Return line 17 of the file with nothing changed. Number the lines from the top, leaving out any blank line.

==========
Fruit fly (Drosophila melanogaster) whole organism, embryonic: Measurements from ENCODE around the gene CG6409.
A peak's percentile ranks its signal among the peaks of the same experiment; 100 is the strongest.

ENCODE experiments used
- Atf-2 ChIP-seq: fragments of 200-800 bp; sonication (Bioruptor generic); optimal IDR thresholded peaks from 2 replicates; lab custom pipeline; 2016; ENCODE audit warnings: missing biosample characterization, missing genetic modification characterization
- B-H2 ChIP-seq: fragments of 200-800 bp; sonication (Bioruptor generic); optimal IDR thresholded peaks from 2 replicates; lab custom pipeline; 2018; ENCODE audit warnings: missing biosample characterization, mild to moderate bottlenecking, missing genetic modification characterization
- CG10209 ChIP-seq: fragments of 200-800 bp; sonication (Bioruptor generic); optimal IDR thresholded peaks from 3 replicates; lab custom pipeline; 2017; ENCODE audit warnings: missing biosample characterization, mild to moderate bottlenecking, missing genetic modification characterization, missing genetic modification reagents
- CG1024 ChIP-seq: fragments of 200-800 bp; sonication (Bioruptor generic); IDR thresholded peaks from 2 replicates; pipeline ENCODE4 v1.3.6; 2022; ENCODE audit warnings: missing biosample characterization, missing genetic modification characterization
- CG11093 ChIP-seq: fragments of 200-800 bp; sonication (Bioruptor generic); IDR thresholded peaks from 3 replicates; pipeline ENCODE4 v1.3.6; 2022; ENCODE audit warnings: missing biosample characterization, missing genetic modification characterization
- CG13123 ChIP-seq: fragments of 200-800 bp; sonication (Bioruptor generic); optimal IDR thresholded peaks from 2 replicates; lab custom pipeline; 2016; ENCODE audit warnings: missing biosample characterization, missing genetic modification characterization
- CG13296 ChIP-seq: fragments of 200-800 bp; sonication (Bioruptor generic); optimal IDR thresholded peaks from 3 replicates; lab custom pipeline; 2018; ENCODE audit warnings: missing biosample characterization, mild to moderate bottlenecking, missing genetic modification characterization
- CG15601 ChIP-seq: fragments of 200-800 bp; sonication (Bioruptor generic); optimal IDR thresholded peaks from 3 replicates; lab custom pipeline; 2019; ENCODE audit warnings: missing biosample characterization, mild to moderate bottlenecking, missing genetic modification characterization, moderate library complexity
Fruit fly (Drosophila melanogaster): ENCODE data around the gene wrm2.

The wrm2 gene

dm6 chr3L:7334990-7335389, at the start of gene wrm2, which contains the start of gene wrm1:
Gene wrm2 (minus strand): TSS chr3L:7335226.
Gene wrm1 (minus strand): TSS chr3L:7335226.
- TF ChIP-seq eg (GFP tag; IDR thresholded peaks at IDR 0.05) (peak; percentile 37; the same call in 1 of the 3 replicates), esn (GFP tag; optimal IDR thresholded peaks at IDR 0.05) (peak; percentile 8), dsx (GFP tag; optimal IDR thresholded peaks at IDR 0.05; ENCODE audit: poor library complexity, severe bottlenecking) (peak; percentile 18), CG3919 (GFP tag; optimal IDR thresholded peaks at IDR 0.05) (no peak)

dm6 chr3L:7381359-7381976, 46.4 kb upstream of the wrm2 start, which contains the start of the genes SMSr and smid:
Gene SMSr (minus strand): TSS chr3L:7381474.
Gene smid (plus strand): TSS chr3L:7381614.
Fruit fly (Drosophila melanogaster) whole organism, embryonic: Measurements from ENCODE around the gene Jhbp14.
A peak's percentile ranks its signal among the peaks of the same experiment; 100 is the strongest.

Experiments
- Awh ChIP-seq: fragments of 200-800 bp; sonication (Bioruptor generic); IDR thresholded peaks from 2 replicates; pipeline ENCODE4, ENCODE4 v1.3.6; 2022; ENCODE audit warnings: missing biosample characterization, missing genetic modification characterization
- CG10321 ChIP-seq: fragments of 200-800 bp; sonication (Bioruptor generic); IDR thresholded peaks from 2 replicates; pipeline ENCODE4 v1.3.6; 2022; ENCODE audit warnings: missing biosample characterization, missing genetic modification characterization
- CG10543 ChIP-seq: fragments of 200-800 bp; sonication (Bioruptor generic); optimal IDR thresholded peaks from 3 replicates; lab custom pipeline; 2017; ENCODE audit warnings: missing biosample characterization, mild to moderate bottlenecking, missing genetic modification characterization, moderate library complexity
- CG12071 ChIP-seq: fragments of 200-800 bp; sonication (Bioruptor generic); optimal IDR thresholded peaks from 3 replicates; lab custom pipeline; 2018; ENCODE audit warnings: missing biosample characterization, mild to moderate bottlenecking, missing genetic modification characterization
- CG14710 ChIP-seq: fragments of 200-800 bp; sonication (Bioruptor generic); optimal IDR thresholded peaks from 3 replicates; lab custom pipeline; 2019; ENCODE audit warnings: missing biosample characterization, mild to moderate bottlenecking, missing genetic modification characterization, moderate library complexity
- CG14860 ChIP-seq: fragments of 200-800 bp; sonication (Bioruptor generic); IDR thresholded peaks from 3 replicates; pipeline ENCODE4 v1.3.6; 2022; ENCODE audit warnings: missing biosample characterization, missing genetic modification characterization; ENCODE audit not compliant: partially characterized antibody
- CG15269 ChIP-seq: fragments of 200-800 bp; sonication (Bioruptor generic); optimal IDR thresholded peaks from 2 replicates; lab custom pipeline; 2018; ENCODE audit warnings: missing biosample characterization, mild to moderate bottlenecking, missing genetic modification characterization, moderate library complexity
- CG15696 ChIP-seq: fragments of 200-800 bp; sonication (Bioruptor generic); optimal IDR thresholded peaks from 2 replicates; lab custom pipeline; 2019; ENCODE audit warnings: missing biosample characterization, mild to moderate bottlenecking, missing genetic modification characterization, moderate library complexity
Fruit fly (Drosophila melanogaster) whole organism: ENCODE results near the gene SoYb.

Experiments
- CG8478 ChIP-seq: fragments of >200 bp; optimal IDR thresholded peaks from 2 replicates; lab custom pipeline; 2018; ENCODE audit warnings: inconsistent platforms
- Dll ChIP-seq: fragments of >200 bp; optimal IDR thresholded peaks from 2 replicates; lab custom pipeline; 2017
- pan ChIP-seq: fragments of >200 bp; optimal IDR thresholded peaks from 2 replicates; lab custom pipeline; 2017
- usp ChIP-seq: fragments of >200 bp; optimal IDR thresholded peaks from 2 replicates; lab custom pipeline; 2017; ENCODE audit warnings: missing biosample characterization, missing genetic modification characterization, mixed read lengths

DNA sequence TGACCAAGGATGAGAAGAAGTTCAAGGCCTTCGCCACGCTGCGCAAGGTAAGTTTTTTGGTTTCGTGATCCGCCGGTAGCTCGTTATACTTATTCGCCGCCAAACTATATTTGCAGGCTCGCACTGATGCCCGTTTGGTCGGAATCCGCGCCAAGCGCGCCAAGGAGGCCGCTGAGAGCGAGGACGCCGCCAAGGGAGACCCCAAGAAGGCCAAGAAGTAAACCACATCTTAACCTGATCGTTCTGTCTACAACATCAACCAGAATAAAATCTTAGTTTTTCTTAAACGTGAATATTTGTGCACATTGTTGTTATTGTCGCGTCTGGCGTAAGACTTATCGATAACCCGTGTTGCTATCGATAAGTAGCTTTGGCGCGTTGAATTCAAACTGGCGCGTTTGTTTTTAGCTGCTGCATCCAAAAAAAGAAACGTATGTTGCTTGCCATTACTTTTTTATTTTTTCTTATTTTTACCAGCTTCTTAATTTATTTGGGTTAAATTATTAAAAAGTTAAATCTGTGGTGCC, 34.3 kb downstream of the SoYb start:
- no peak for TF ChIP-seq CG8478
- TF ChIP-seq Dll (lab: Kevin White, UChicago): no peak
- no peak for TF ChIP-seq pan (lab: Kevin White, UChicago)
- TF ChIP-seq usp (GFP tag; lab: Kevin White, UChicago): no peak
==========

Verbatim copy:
- TF ChIP-seq eg (GFP tag; IDR thresholded peaks at IDR 0.05) (peak; percentile 37; the same call in 1 of the 3 replicates), esn (GFP tag; optimal IDR thresholded peaks at IDR 0.05) (peak; percentile 8), dsx (GFP tag; optimal IDR thresholded peaks at IDR 0.05; ENCODE audit: poor library complexity, severe bottlenecking) (peak; percentile 18), CG3919 (GFP tag; optimal IDR thresholded peaks at IDR 0.05) (no peak)